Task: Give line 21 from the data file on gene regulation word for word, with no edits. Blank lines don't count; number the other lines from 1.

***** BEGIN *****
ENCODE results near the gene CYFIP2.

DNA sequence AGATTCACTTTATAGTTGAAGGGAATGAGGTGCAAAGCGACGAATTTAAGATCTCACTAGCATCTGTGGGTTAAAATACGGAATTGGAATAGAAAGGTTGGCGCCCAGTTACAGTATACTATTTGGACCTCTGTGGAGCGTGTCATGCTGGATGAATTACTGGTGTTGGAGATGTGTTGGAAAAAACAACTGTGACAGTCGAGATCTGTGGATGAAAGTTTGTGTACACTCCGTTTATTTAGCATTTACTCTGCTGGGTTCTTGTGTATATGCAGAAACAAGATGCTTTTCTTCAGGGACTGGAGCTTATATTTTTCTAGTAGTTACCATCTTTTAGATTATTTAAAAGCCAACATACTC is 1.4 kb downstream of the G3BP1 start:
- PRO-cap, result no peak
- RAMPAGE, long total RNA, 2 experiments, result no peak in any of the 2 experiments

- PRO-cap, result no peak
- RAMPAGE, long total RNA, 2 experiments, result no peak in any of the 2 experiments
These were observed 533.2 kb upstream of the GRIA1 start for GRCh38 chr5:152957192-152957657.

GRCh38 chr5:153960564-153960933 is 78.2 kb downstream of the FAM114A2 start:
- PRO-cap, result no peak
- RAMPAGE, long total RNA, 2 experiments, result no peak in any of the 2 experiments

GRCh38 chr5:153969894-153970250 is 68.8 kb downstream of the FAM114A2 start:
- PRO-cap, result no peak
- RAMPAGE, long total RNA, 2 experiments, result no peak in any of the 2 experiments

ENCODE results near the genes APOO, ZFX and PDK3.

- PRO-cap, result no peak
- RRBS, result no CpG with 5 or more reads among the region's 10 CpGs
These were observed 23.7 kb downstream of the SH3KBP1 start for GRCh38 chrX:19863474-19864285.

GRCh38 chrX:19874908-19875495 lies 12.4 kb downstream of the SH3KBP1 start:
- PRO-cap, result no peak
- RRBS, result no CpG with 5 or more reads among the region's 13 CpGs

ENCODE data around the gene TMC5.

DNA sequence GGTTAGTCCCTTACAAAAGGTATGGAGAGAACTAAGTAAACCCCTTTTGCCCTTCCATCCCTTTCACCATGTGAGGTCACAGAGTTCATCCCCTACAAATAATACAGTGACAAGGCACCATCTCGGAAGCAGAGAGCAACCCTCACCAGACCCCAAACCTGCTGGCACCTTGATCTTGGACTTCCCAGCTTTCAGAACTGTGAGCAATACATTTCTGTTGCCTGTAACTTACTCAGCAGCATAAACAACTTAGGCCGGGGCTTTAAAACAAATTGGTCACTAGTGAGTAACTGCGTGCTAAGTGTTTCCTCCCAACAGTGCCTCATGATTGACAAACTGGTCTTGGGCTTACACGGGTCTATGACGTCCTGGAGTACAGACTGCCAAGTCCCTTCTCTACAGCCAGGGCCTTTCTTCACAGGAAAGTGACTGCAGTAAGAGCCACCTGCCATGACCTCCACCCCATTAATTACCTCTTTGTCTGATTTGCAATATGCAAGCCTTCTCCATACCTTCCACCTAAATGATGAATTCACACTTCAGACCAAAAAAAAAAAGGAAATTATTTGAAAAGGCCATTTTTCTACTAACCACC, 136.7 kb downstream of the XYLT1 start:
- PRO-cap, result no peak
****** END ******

ENCODE data around the gene TMC5.